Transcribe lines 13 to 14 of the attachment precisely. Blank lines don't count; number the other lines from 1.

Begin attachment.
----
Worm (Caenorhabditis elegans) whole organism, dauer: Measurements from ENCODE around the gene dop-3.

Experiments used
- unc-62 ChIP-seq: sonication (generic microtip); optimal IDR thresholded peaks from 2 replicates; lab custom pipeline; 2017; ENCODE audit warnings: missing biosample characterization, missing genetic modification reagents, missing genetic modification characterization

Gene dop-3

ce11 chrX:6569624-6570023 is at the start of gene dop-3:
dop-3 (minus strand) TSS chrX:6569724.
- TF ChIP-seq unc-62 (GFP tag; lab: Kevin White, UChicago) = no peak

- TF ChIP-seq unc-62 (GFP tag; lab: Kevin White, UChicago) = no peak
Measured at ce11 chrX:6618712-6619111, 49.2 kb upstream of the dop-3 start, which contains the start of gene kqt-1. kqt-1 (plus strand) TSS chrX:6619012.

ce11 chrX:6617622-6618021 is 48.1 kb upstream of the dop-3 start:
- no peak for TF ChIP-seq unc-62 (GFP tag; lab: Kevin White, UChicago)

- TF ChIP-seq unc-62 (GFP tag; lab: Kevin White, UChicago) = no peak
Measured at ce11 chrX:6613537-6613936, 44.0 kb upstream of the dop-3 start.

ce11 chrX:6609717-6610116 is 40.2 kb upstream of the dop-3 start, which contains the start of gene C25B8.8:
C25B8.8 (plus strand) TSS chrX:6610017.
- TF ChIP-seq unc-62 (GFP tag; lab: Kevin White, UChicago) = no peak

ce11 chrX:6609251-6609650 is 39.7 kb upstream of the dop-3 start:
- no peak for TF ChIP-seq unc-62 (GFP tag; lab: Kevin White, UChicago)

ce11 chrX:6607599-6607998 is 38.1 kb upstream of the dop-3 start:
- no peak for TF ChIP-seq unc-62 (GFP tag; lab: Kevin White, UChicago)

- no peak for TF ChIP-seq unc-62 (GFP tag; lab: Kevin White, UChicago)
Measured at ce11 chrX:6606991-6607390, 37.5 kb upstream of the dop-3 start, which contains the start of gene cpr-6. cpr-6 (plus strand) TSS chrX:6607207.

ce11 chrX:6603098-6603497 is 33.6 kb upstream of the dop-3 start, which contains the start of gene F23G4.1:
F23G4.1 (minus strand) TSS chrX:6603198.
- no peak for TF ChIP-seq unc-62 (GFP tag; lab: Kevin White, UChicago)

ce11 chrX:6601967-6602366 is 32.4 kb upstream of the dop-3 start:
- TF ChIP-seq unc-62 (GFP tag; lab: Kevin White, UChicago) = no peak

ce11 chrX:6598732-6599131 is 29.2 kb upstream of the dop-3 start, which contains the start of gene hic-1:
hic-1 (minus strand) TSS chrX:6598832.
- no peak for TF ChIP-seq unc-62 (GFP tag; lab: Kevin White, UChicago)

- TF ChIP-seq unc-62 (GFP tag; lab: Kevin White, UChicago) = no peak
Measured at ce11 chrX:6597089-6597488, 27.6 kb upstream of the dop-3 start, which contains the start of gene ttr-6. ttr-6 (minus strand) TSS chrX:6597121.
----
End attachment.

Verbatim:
Measured at ce11 chrX:6613537-6613936, 44.0 kb upstream of the dop-3 start.

ce11 chrX:6609717-6610116 is 40.2 kb upstream of the dop-3 start, which contains the start of gene C25B8.8: